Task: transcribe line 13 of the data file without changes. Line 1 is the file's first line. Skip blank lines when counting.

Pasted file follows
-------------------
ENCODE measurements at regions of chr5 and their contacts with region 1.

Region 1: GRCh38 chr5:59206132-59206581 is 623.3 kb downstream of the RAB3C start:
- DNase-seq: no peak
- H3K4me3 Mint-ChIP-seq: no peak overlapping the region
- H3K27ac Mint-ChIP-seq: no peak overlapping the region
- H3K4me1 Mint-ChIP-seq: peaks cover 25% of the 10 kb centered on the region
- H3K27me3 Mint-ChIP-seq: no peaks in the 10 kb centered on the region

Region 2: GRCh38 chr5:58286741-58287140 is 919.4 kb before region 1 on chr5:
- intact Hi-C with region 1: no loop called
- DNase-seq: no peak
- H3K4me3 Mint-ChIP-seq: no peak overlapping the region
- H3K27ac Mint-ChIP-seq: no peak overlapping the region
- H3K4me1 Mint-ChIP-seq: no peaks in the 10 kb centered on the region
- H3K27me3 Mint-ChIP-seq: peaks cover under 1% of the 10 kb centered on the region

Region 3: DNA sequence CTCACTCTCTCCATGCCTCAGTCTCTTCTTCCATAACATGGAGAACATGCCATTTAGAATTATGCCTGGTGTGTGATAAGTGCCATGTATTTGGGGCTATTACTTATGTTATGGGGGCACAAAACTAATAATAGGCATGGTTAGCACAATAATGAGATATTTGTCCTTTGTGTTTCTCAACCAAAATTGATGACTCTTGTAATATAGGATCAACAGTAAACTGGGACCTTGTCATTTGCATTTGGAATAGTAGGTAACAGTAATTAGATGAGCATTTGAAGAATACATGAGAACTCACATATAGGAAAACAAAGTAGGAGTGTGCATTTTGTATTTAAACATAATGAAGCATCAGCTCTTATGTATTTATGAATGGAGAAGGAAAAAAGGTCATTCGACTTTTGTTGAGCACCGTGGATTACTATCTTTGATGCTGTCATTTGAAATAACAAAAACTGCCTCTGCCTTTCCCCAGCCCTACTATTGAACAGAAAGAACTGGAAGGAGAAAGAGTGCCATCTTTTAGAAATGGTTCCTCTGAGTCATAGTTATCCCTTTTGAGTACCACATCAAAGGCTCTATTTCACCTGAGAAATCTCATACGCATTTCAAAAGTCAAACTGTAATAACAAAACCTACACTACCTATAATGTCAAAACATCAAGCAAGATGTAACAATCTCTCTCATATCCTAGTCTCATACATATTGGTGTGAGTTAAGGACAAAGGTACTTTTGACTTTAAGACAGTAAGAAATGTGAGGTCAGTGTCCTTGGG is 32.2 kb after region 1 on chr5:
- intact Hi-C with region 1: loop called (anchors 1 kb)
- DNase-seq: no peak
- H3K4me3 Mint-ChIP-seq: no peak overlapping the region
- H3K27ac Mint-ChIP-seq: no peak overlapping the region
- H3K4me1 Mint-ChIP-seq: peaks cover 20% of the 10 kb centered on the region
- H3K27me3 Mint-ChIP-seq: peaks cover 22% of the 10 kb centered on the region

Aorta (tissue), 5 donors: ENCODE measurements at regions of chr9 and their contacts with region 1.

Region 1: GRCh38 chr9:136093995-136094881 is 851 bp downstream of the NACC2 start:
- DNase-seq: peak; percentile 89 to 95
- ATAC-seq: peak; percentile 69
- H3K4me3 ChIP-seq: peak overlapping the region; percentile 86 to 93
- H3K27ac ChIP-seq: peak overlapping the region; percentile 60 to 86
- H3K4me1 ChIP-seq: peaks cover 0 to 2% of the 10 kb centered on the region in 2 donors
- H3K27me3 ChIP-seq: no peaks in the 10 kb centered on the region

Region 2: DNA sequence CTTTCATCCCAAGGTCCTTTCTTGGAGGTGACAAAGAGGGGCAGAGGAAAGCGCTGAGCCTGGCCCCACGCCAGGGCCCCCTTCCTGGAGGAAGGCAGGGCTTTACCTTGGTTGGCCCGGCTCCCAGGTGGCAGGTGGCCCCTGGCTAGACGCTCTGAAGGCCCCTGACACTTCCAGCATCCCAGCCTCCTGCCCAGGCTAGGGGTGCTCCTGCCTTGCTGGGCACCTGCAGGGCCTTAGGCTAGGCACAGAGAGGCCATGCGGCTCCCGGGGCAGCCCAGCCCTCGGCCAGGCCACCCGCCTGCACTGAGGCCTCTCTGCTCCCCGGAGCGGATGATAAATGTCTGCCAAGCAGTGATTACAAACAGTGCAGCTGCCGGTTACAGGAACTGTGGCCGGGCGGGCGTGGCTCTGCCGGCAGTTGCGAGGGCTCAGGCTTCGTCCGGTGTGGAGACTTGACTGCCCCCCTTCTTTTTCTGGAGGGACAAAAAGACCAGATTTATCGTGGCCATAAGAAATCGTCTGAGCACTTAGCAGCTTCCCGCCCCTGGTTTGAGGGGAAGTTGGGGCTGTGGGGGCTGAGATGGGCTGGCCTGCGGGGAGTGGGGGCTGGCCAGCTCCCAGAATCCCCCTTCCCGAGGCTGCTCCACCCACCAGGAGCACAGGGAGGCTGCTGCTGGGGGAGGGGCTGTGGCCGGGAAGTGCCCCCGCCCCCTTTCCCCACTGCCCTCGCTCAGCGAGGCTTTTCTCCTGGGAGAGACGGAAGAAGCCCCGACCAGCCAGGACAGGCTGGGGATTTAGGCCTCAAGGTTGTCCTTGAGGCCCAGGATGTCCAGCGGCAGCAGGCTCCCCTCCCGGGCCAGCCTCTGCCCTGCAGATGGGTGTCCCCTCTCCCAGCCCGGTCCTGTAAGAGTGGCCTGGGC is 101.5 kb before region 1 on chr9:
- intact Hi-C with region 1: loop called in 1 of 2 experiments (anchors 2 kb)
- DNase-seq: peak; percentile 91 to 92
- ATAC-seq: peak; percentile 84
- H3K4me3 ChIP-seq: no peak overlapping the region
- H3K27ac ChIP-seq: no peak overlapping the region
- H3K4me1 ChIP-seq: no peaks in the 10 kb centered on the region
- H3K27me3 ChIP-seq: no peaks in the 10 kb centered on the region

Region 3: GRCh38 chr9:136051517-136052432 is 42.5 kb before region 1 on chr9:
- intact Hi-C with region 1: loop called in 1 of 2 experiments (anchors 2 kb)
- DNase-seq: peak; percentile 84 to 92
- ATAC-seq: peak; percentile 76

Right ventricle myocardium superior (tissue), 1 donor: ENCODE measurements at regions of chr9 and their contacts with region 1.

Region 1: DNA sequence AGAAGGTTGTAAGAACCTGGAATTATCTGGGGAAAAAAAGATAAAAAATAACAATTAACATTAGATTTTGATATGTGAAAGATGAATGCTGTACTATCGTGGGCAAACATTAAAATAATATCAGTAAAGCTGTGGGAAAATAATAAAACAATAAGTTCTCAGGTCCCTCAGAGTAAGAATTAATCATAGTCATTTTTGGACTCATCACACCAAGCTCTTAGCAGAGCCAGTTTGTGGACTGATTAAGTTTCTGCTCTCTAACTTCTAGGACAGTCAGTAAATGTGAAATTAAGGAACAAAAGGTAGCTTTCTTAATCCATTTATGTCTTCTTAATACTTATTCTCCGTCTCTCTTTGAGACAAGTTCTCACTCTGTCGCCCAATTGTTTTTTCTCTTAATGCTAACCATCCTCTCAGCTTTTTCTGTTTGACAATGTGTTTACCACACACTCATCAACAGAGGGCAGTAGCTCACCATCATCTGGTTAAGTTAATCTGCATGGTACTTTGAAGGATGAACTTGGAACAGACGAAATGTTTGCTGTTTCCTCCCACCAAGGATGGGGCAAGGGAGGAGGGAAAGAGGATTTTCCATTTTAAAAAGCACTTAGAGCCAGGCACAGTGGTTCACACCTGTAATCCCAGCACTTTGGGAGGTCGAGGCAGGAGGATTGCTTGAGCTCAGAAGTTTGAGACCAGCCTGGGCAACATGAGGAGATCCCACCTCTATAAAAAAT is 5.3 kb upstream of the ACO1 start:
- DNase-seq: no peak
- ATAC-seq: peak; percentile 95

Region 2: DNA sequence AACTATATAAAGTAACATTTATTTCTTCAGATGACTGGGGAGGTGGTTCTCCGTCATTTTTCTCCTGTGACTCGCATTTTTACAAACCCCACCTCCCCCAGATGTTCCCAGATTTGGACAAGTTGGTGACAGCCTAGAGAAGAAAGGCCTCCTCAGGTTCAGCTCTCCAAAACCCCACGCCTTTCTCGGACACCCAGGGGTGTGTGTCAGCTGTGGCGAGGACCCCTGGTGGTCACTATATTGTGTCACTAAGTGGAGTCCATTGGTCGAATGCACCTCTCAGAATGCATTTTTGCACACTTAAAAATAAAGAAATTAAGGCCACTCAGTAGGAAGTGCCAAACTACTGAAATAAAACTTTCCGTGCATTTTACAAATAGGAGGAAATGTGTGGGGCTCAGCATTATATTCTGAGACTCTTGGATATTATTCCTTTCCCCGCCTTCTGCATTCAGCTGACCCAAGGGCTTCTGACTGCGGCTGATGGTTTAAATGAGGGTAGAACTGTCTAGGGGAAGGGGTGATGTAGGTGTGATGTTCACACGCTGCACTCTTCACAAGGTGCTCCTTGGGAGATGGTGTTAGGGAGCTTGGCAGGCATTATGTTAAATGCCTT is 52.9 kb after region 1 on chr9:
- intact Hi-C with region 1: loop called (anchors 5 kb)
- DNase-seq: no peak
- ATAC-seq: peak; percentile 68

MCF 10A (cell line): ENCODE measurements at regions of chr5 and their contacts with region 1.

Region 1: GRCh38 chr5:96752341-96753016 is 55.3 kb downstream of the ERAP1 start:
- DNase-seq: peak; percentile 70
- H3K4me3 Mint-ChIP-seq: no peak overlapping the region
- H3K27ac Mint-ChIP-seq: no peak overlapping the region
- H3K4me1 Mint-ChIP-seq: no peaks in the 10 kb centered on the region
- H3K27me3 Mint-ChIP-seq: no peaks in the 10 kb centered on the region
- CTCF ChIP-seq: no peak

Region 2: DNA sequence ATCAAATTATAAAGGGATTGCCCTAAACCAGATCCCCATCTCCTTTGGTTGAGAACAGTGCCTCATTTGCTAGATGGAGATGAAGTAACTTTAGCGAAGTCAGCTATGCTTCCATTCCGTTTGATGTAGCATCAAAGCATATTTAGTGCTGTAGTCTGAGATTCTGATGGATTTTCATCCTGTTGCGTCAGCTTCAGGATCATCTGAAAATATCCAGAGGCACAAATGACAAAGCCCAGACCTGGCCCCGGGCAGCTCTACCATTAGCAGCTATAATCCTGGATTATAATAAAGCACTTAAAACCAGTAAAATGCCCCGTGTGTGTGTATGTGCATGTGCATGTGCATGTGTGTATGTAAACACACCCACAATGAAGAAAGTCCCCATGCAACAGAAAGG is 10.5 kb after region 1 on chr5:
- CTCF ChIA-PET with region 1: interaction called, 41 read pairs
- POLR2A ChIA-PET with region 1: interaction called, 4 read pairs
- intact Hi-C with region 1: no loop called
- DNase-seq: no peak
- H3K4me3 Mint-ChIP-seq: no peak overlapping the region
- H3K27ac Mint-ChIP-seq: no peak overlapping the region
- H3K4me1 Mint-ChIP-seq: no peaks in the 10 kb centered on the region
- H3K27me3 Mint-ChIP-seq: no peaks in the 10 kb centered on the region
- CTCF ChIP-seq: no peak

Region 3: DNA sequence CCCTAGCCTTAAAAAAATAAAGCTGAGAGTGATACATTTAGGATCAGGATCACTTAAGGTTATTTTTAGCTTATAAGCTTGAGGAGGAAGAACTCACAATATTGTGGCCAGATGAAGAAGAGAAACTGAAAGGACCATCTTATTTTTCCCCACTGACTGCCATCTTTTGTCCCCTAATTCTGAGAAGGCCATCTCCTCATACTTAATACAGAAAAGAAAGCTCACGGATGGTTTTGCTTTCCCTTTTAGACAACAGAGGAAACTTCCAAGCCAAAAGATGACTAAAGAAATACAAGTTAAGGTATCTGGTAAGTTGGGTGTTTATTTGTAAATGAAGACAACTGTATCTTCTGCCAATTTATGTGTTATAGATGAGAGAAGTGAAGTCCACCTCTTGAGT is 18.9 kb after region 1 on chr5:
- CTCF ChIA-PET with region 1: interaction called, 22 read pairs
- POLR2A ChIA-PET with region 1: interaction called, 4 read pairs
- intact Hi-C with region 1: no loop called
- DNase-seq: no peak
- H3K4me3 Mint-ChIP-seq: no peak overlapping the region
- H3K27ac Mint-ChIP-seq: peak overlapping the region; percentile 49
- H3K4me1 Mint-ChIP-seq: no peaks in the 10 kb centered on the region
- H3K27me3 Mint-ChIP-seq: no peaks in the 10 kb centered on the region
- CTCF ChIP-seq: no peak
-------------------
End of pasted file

- H3K4me1 Mint-ChIP-seq: no peaks in the 10 kb centered on the region